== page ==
So a rather different message than in the headline and article.

On 1 July 2009 at 11:02 am Malcolm Eves said:
How interesting. Bill English wants financial advisers to lift their game to help the industry shed the image of distrust. Damn good idea Bill wish I had thought of that one first. Clayton Copplestone thinks transparency of 'fees versus commission' should help, well maybe that will lift 'professionalism', Clayton. To this day none of my clients have a problem with my business being paid for the services we provide as long as the fees are disclosed correctly so this may or may not be a problem. More to the point about 'adviser professionalism', it's simply an easy wipping board for someone to latch onto I think.
But i'll tell you why the public mistrust fiancial advisers.
It's because we live in a toothless regulatory environment that allows companies like ING, significant players in the market place (default KiwiSaver provider are they not?) to get away with losing 80% of 14,000 customers money, blaming misread 'market conditions' and other fanciful reasons and then screwing these same customers with a 'commercial offer' that seals in a 40% loss due to the blackmail release form requirement. All praise to the financial advisers who tried to get a full product recall and get ING to do the proper thing and recall a failed product. It was not only for our clients but for the industry as a whole. This bitter cup taste is going linger long in investors minds and financial advisers attempting to recommend any managed fund product are going to be challenged doing so. ING could have acknowledged their inability to deliver the extensive and repeated promises they made about their funds and recalled the product - just like has been with similar cases in USA, Canada, and Great Britain to name a few. That could have been a midas touch for them, but instead they chose the route of toughing it out, taking the abuse and admitting nothing. Thank god for Bell Gully eh? However, by contrast it is the advisers who stood up and were counted for the betterment of our industry even if they may have failed to bring accountability so far that deserve credit. That took character, back bone and strength amidst powerful forces against them; would have been easy to simply wimp out and 'keep my head down' as was heard from so often.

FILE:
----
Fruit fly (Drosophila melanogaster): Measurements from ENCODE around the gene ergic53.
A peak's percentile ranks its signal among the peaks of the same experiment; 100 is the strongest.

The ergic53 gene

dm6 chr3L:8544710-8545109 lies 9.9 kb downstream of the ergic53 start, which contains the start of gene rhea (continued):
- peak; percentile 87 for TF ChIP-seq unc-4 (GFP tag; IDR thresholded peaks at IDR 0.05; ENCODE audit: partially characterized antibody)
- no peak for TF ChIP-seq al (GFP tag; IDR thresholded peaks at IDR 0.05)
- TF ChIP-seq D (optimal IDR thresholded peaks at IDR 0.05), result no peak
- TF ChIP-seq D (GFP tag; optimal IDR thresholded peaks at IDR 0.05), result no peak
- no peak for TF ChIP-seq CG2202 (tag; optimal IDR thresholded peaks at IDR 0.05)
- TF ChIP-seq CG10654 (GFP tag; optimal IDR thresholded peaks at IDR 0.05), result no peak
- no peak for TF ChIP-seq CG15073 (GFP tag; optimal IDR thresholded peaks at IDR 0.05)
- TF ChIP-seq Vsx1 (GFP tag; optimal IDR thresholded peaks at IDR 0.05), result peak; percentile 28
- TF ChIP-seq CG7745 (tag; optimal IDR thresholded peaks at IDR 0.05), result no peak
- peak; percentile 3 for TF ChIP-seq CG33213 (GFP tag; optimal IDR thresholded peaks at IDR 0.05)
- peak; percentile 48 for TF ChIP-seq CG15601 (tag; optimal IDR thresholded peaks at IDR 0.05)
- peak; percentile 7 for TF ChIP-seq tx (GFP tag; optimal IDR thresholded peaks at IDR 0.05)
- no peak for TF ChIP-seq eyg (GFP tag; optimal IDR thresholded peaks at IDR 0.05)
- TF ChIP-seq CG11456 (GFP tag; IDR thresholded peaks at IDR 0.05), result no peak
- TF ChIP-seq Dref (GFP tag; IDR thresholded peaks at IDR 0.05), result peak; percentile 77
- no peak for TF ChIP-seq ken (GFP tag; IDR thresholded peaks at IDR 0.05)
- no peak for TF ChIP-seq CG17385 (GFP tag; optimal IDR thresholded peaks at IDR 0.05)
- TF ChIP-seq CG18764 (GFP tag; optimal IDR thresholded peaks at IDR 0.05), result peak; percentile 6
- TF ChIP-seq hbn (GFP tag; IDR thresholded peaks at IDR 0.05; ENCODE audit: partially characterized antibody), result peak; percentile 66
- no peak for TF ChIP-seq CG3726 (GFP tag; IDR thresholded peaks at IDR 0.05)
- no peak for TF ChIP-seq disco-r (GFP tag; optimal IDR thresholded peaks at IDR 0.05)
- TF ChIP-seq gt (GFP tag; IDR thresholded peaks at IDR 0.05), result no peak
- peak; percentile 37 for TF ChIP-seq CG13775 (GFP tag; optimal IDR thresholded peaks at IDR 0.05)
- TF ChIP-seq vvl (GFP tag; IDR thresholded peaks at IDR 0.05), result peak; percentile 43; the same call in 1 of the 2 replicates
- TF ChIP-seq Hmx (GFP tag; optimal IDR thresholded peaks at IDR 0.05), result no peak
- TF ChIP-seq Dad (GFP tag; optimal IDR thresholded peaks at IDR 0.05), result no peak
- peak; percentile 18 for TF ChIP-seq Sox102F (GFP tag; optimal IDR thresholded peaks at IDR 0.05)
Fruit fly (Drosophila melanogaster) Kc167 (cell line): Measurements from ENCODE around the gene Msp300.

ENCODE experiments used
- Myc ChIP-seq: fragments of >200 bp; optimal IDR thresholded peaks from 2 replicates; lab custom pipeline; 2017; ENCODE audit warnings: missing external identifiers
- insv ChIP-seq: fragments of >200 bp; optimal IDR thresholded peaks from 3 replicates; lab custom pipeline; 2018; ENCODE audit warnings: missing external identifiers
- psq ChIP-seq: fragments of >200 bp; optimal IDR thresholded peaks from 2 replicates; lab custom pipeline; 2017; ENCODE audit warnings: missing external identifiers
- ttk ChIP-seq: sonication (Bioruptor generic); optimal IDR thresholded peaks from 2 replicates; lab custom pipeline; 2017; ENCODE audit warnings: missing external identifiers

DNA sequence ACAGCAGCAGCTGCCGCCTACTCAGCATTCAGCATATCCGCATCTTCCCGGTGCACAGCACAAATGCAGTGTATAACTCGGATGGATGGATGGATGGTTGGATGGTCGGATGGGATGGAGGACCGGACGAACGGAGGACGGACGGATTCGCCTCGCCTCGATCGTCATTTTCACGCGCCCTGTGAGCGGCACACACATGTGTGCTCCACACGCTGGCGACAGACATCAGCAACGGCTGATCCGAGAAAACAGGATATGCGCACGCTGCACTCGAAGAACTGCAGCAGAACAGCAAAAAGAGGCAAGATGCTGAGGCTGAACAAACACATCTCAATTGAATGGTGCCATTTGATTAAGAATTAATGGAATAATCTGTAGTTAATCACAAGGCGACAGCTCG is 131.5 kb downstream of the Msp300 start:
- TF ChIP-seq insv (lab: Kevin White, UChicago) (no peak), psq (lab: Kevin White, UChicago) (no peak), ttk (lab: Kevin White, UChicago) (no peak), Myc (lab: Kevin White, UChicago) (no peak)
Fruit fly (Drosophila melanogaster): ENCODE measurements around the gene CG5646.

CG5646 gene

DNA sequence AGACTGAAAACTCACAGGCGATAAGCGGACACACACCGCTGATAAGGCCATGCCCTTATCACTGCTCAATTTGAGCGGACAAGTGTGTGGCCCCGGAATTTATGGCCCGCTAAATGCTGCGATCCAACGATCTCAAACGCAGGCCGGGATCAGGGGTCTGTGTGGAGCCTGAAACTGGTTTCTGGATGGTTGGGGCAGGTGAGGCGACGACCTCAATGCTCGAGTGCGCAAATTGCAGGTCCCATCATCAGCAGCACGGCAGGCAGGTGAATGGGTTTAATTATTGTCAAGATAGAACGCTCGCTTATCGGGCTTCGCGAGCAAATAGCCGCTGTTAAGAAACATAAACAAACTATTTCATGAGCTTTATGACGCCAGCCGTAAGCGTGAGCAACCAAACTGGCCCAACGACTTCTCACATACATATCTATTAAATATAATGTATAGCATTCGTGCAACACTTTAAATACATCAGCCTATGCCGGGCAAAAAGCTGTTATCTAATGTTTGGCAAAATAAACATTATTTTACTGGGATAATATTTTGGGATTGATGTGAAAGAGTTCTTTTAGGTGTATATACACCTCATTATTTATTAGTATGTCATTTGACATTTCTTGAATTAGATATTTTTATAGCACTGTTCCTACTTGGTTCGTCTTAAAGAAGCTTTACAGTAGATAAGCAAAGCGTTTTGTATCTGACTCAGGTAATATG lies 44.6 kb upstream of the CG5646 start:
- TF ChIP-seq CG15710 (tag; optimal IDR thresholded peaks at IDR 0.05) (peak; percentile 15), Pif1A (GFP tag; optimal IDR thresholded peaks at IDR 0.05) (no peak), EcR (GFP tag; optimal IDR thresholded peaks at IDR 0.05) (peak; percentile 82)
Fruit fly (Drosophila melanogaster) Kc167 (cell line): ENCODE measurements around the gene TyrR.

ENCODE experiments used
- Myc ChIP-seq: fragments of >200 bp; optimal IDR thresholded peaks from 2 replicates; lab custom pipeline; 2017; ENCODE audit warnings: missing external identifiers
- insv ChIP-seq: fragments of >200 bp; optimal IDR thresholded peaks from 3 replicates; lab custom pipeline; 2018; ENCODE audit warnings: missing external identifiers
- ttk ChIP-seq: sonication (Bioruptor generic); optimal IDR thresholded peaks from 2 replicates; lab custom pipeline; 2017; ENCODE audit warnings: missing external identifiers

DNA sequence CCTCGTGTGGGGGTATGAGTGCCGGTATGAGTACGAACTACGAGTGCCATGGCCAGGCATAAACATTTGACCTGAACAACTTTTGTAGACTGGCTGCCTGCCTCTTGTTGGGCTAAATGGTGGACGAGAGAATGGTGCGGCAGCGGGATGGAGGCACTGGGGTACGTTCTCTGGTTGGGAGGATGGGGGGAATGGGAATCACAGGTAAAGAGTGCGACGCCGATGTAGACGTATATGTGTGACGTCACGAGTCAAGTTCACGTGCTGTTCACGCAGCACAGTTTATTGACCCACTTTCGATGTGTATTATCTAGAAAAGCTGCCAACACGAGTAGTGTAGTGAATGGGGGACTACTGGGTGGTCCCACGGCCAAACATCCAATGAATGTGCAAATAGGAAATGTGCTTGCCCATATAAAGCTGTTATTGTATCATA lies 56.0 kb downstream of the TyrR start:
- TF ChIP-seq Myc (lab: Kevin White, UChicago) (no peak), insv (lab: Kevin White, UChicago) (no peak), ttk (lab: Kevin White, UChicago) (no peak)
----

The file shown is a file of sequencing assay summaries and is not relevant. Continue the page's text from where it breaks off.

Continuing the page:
And just so I am seen to be totally unbiased, Bill, how come Rod Petricievic is still not in jail? In USA we find Madoff in the slammer literally weeks from being accused and now set for another 150 years.... hymmm, only about 6 months later Bill. Before you go around slagging off on financial advisers get your machinery and mechanisms working so that cheating and thieving has no place in New Zealand any longer. Only then we will see public distrust start to disappear.
On 1 July 2009 at 3:17 pm Paul said:
Thanks David, We've updated the story.
The statement wasn't taken out of context, as it was the answer to a fairly direct question. Annamaria's point was that if the products are so difficult as to make experts struggle, by removing the complexity you make it easier for everyone to understand, and was a very simple way to lift literacy and accessibility. I've tweaked the story a touch to make this a littler clearer.
Fully agree in regard to following Australia's lead - it's something we kiwis seem to do rather well.
Thanks for reading and commenting,
Commenting is closed